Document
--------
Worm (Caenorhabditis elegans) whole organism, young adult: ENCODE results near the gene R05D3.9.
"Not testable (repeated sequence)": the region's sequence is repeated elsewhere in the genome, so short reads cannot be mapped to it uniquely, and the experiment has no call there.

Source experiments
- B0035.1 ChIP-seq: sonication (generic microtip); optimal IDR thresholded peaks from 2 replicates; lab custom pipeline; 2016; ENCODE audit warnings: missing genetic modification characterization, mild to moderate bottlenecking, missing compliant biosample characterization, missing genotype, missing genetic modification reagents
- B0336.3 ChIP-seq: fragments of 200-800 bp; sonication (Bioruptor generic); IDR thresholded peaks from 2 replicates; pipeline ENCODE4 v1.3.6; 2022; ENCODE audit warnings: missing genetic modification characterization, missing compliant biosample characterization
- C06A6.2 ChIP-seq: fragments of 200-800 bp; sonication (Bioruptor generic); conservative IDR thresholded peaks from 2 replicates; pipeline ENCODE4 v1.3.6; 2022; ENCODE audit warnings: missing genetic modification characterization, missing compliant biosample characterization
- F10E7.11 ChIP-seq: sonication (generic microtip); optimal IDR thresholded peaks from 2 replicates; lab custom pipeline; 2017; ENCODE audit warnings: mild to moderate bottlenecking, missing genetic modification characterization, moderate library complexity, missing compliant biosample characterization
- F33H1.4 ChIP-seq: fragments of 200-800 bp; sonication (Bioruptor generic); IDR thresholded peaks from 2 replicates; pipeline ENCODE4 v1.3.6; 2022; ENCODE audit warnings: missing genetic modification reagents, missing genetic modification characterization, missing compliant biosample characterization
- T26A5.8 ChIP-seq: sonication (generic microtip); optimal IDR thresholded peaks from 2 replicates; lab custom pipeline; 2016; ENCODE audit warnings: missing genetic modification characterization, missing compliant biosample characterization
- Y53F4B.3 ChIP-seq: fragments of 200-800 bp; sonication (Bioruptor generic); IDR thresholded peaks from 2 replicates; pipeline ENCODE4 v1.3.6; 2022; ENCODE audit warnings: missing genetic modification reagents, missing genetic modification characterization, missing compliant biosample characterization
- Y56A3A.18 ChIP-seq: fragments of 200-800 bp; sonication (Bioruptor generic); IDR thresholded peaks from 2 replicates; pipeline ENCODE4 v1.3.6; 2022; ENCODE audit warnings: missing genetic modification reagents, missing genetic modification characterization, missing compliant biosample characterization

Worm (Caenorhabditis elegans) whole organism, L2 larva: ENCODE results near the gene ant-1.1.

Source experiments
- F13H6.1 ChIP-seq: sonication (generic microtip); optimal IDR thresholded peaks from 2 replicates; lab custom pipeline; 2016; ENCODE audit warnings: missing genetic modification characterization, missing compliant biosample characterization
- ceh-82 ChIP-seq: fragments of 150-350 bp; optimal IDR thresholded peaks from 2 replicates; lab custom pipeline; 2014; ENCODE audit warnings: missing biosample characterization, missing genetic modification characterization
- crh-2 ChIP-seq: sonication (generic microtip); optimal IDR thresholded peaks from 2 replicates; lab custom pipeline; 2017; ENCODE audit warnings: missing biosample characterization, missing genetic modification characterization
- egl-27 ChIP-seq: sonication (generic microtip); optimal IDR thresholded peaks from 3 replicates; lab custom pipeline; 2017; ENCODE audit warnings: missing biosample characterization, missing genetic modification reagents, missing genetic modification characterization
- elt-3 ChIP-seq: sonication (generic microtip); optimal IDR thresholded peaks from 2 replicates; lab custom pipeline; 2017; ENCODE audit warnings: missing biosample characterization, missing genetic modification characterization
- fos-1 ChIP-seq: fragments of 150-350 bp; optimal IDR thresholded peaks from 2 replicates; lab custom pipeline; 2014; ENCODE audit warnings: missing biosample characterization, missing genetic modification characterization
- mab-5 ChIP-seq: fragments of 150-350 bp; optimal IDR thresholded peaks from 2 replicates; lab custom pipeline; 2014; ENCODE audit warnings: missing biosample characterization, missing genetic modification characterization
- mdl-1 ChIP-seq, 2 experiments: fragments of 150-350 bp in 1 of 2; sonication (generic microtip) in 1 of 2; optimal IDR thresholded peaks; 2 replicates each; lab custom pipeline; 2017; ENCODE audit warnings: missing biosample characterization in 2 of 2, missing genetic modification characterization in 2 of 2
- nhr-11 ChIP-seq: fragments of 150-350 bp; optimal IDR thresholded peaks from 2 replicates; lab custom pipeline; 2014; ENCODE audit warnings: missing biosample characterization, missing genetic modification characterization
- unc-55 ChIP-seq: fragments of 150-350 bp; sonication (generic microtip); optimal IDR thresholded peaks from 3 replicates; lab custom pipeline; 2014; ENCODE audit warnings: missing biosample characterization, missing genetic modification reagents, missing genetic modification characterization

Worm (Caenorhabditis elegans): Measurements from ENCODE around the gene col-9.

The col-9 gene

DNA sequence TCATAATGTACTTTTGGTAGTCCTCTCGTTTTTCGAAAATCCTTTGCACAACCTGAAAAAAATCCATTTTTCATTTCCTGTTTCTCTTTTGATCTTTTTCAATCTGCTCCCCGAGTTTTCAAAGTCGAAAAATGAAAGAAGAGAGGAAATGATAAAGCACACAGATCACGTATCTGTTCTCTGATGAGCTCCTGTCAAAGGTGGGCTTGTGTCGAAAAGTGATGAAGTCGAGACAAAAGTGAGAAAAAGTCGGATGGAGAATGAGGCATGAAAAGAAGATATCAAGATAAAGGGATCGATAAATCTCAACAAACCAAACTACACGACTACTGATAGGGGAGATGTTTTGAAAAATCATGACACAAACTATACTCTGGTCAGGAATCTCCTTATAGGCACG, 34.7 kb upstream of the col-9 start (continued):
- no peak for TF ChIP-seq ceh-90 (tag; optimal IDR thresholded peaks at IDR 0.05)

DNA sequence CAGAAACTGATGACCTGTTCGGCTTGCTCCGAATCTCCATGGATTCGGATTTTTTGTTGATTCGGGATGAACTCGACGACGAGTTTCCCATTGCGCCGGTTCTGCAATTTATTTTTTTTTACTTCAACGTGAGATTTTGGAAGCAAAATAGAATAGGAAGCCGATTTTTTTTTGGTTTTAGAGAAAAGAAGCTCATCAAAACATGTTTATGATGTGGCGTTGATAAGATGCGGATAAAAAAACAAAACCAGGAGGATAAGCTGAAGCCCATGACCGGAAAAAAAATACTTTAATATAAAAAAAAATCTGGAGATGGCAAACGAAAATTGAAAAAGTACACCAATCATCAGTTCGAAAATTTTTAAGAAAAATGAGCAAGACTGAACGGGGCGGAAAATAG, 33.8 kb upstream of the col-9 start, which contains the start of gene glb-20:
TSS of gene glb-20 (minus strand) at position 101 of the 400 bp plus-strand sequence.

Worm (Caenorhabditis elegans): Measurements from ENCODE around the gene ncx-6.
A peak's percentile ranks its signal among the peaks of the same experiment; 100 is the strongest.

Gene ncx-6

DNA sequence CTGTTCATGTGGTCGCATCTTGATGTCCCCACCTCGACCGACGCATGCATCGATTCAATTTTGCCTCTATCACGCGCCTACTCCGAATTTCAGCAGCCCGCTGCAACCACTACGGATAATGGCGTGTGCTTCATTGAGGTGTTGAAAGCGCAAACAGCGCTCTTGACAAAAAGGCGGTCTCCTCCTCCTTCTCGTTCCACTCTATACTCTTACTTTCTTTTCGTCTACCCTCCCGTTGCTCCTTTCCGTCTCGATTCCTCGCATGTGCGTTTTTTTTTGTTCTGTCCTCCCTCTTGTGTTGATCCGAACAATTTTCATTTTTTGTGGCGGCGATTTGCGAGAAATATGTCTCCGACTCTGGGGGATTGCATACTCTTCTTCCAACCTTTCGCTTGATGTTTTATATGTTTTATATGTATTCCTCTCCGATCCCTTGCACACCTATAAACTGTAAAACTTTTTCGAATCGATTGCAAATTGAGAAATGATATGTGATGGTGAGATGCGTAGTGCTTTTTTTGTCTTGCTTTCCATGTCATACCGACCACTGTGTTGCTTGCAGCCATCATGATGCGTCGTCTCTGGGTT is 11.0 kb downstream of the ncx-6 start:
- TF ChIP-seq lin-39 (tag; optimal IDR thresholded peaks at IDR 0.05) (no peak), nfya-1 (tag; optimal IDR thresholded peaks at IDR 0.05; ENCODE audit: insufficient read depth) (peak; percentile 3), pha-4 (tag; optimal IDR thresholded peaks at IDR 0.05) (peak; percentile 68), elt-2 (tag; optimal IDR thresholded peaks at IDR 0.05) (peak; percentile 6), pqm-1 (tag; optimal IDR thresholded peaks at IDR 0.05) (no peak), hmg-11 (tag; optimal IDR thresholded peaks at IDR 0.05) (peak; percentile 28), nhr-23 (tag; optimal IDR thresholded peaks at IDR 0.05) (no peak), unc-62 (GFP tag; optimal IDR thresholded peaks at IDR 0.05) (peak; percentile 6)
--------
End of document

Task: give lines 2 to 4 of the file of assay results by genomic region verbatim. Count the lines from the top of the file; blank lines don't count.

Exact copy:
"Not testable (repeated sequence)": the region's sequence is repeated elsewhere in the genome, so short reads cannot be mapped to it uniquely, and the experiment has no call there.

Source experiments
- B0035.1 ChIP-seq: sonication (generic microtip); optimal IDR thresholded peaks from 2 replicates; lab custom pipeline; 2016; ENCODE audit warnings: missing genetic modification characterization, mild to moderate bottlenecking, missing compliant biosample characterization, missing genotype, missing genetic modification reagents